AS potentially the largest hub for hyperscale data centres (HDCs) in the country, Technology Park Malaysia (TPM) is becoming a key player in the ecosystem.
TPM itself is undergoing a major change. In April the government announced a plan to consolidate TPM with the Global Innovation and Creativity Centre (MaGIC) into a technology commercialisation agency (TCA). TPM is a fourth-generation technology park with physical incubators and tech infrastructure, while MaGIC has served a role in cultivating technology startups.
TPM’s new CEO Dzuleira Abu Bakar (pix) tells StarBizWeek her plans.
Can you tell us the big picture plan you have to take TPM forward?
In its 25 years, TPM has contributed tremendously to nation building, in particular to the development of the tech startup ecosystem. TPM has provided a platform to tech industry players such as Telekom Malaysia, Astro, Petronas Dagangan and Iris Technologies, and are looking at bringing in more top technology companies as anchor tenants. TPM is also in talks to build an artificial intelligence (AI) city offering an integrated AI ecosystem for development and commercial purposes.
To date, TPM has also incubated entrepreneurs in robotics and drone tech and has provided support to tech driven SMEs. Total investments in terms of providing world class infrastructure and a comprehensive eco-system to these businesses are in excess of RM1bil.
My immediate focus is rejuvenation and revitalisation of the park to transform its state to what it should be – a hub that enables innovation and technology. Also, aspirationally to spearhead economic oriented research through a multidisciplinary approach with increased collaboration across traditional boundaries and organisations.
We are here to provide a business focused capacity and capability to accelerate research and technology commercialisation. Ultimately we want to enable more demand driven technologies to meet specific needs of the country.
TPM has tremendous potential and we have only just scratched the surface in terms of offerings to the tech startup ecosystem, and I’ve been tasked to unlock the potential and value of this organisation through this transformation.
The first thing to do is to understand the fundamentals of the organisation, it’s strengths and shortcomings and potential growth areas.
My priority includes transforming the culture, making TPM relevant to its internal and external stakeholders. More importantly a customer friendly organisation. We will then seek to grow TPM dynamically and prime it for the strategic consolidation with MaGIC to form TCA.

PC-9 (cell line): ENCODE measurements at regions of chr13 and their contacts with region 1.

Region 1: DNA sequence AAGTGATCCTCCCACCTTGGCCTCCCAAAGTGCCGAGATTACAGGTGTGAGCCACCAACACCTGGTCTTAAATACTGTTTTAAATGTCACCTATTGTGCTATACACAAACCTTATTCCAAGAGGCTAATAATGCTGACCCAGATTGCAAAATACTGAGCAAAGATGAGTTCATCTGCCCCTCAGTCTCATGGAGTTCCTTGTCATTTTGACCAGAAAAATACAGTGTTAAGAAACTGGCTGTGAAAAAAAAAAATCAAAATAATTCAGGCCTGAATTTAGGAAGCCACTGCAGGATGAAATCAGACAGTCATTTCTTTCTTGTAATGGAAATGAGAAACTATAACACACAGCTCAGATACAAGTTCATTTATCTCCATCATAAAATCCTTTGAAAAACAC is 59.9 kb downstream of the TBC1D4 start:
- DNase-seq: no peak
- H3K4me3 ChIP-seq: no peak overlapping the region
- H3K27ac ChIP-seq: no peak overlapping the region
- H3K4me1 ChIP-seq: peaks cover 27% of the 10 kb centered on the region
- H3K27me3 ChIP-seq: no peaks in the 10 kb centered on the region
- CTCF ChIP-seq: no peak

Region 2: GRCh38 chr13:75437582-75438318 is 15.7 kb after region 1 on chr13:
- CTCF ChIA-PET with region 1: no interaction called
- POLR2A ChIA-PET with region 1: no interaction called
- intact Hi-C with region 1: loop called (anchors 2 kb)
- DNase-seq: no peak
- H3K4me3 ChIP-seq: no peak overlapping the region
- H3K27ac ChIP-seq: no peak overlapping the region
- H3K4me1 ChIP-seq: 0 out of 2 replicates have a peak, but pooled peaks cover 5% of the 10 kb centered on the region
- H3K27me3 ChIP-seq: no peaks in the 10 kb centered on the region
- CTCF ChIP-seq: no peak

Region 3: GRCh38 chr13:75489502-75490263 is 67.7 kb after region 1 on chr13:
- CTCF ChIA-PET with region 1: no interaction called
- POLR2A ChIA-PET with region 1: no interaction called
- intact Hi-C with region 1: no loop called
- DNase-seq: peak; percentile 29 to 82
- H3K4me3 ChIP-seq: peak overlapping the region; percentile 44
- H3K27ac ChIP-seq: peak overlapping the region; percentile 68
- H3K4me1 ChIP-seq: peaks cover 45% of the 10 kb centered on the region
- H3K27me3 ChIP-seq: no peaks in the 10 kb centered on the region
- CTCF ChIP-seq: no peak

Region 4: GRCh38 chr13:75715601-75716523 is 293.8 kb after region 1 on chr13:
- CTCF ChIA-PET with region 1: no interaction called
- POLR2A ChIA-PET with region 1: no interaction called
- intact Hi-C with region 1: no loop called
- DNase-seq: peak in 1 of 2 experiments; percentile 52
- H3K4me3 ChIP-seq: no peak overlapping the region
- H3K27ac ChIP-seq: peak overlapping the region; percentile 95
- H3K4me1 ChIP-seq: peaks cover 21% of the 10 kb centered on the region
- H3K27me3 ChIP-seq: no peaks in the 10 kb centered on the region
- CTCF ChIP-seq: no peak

TPM has a lot of potential waiting to be unlocked. Firstly, TPM sits on 686 acres of prime land with proximity to the KL city centre, with 371 acres already developed through collaboration with technology MNCs.
Technology play will continue to be a core to developing the remaining 315 acres, which will include a development zone for technology testing, validation and incubation as part of the National Technology & Innovation Sandbox platform.
In addition, the commercial zones will be activated to infuse the elements of lifestyle, learning and business. Ultimately, TPM will be redesigned to make high potential research and development and early technology products economically viable through holistic and comprehensive commercialisation support.
Can you give us an update on the much-touted AI Park City that TPM has been associated with?
As you’re aware, the AI Park at TPM involving several parties, is earmarked at a total investment of more than US$1bil (RM4.15bil) over the next five years. It is a designated 300-acre plot which will serve as the platform for the development of AI solutions in areas of computer vision, speech recognition, natural language and human and robot.
Ultimately, the park will accelerate the development of technology and talent, data management, research and development and commercial ecosystem which could assist the Malaysian government to elevate our AI ecosystem. There is a huge opportunity for AI to flourish in Malaysia and the government recognises its potential in the nation’s growth. Among the work-in-progress are securing data centre partners, equipping the park with 5G technology and securing strategic investors.
In addition to the AI Park, there is also a Drone Development Zone – a five-acre dedicated land bank which will be developed as a centre of excellence or drone development area for flying, testing, research and development activities.
We are in active discussion with several partners and are still finalising the plan for these parks soon, and will take it forward for approval by the government.
We understand that TPM is in negotiations with global giants to have their HDCs in TPM. How would you describe these opportunities for TPM and for Malaysia, especially at a time when economic sentiment is low and FDI’s coming in Malaysia are declining? Is the plan to make TPM a global hub for HDCs, opportunities for which we understand are growing by leaps and bounds?
There is great potential and we need to capitalise on the interplay between science, technology, innovation and physical hubs – with sustainable impact in mind.
The plan is to make TPM an innovation centre with a focus on both developmental and commercial outcomes. HDCs will be a core service that will support a host of technologies that will take flight in the coming years. HDCs would be one of the many tech sectors TPM will look to grow and cultivate within the AI Park. It is not just about housing HDCs but looking at the entire incubation of research and development players from academia and industry.
A KPMG study released recently confirmed the important role and value technology hubs such as TPM play in this regard. Kuala Lumpur was ranked ninth amongst cities in the Asia Pacific region surveyed. TPM is already working with several global companies to have their HDCs set up here at TPM due to our strategic location and offerings.